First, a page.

2. The process of claim 1 wherein R is alkyl of l to 10 carbon atoms.
3. The process of claim 1 wherein the bromide promoter is bromine, hydrogen bromide or an alkyl bromide of 1 to 6 carbon atoms and 1 to 3 bromide groups.
4. The process of claim 1 wherein the formaldehyde is produced in situ from paraformaldehyde or trioxane.
5. The process of claim 1 wherein the rhodium compound is a rhodium halide or a rhodium carbonyl halide.
6. The process of claim 1 wherein the carboxylic acid is propionic acid.
7. The process of claim 1 wherein the carboxylic acid is propionic acid, the rhodium catalyst is a rhodium halide or a rhodium carbonyl halide and the promoter is hydrogen bromide.
8. The process of claim 7 wherein the propionic acid is generated in situ from an ethylene, carbon monoxide and water by providing water as an additional reactant, the molar ratio of water to ethylene being from about 2:1 to 1:4.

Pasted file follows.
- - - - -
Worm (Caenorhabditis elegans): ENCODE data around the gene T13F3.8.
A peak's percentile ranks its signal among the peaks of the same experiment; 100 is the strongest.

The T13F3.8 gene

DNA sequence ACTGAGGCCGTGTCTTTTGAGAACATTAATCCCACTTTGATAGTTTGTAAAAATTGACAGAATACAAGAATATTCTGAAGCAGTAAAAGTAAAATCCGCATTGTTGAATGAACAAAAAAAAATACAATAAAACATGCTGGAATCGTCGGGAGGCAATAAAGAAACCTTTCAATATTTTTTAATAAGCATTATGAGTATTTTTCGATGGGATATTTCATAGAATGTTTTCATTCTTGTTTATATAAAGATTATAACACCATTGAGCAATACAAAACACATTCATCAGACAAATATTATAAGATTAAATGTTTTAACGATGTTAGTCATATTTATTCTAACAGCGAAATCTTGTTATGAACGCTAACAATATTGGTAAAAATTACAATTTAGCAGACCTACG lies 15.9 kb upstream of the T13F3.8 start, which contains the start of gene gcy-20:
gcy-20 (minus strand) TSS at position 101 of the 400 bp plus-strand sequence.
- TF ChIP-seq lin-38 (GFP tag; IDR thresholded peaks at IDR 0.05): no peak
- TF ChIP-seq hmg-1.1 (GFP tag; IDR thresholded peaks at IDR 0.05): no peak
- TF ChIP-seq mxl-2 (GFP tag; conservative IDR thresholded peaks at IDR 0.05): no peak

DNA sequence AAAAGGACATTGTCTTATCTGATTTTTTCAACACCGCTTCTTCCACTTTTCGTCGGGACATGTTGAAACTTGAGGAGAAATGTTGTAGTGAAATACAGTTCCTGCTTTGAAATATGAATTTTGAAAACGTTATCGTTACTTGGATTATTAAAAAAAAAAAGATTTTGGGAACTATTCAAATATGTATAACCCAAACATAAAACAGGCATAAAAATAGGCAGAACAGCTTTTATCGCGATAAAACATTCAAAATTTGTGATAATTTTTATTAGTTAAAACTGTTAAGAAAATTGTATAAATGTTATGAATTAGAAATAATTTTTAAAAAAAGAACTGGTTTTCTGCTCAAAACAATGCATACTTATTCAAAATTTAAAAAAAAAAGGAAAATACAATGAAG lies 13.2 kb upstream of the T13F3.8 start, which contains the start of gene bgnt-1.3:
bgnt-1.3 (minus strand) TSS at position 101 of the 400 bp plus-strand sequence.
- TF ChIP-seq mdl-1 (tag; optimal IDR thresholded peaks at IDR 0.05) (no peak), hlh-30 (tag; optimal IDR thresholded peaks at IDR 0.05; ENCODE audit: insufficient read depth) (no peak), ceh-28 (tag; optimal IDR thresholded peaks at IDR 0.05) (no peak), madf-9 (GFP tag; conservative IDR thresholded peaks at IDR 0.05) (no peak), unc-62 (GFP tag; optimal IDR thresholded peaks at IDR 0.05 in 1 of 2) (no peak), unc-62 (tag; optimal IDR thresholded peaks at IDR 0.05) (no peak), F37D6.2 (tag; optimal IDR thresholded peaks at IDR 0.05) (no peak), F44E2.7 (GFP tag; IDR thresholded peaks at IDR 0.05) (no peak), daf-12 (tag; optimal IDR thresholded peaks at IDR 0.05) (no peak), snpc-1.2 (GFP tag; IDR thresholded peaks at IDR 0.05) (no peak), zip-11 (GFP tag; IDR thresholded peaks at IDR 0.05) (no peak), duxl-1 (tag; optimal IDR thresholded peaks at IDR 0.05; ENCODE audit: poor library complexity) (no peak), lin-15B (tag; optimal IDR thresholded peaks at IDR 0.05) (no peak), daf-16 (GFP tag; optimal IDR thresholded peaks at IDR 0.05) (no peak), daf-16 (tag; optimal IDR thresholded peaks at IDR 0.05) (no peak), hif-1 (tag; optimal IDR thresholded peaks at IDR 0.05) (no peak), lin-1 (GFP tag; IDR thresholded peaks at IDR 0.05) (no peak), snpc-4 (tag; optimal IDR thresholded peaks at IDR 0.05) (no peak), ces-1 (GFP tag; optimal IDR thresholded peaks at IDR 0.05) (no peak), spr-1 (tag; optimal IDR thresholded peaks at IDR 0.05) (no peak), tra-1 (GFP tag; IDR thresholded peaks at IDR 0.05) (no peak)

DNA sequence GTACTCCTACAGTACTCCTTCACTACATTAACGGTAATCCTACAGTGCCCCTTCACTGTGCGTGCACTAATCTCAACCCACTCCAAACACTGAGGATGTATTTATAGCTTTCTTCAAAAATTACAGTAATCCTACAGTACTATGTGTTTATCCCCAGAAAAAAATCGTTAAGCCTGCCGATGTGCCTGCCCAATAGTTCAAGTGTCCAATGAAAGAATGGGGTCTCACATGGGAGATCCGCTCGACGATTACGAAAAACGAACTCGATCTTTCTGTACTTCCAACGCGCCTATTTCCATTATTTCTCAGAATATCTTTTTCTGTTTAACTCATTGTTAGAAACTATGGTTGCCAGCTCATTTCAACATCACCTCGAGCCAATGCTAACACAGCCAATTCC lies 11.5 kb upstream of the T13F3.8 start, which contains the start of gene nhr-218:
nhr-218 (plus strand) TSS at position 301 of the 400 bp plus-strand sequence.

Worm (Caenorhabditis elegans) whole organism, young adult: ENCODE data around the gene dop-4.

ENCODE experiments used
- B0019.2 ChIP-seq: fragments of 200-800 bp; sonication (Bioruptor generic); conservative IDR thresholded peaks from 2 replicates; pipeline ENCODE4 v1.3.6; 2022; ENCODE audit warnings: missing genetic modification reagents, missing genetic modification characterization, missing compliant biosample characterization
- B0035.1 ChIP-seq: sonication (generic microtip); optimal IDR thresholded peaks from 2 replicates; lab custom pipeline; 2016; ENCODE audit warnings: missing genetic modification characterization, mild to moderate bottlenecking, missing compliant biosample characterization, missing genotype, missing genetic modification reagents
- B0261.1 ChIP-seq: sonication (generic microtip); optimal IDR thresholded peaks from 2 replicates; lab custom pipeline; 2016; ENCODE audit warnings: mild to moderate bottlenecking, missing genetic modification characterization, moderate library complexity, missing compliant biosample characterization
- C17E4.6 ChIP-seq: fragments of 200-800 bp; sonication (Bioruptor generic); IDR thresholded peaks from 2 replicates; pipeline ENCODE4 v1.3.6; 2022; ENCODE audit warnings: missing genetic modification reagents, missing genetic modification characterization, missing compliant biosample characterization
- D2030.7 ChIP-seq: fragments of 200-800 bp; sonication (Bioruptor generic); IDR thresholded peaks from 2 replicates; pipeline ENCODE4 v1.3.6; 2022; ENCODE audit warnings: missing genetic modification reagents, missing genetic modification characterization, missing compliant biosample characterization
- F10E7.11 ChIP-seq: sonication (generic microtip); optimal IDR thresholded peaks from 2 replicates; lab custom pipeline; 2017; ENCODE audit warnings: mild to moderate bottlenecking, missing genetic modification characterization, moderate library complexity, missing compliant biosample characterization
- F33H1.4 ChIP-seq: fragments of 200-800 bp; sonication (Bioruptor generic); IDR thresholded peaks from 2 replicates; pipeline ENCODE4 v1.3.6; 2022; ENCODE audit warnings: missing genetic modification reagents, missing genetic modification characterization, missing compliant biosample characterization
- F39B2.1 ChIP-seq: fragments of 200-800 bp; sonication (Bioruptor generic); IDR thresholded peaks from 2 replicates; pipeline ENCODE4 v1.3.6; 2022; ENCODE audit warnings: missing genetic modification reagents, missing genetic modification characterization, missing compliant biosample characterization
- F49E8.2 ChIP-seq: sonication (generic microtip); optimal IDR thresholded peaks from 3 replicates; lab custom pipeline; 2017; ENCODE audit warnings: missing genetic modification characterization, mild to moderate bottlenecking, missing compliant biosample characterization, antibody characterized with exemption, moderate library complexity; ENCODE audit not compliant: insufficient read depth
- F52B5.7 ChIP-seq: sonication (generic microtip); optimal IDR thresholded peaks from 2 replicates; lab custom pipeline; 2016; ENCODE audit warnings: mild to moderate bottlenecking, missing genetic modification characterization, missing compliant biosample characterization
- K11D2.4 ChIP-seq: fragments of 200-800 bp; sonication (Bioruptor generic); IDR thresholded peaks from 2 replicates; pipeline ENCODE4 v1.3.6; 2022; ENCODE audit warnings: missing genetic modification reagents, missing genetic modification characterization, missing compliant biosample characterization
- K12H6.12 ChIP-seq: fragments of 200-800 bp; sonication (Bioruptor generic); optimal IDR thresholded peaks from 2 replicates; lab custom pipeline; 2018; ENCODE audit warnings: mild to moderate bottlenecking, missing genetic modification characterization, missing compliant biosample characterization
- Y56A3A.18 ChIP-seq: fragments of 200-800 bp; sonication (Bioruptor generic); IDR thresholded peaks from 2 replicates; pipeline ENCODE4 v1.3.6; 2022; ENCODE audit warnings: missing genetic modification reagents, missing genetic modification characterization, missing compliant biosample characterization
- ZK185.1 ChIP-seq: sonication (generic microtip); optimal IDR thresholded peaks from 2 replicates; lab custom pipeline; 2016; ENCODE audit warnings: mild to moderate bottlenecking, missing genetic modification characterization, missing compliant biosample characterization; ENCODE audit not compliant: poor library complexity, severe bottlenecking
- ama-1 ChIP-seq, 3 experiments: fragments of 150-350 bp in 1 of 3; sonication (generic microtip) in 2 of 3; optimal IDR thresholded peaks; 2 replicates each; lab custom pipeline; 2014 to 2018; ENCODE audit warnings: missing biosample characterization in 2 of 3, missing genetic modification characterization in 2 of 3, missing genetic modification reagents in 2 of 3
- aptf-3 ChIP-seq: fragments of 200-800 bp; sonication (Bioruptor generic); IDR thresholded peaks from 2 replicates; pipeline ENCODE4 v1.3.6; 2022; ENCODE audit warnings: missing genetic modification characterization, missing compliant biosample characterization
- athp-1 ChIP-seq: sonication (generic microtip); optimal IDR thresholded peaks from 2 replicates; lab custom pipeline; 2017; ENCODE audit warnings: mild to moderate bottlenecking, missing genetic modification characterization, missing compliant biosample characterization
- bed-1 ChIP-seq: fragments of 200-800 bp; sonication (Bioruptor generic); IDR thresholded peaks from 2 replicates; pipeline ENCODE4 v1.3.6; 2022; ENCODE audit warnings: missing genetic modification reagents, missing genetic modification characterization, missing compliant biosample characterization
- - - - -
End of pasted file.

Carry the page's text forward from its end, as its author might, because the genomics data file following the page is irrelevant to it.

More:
9. The process of claim 8 wherein the promoter is bromine, hydrogen bromide, or alkyl bromide of 1 to 3 carbon atoms and 1 to 3 bromide groups.
10. The process of claim 9 wherein the rhodium compound is a rhodium halide or a rhodium carbonyl halide.
11. The process of claim 10 wherein the formaldehyde is produced in siiu from paraformaldehyde or trioxane.
References Cited UNITED STATES PATENTS 3,081,357 3/ 1963 Alderson et al. 260-494 VIVIAN GARNER, Primary Examiner US. Cl. X.R.
260-295 332.2 C, 347.5, 410.6, 468 CB, 469, 475 N, 476 R, 485 G, 487, 533 A, 546
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|U.S. Classification||560/238, 562/522, 549/484, 549/60, 549/59, 554/131, 554/130, 546/263, 549/71, 549/486|
|International Classification||C07C69/003, B01J31/00, B01J27/00, C07C67/04, C07B61/00, A23B9/26|
|Cooperative Classification||C07C67/04, A23B9/26|
|European Classification||C07C67/04, A23B9/26|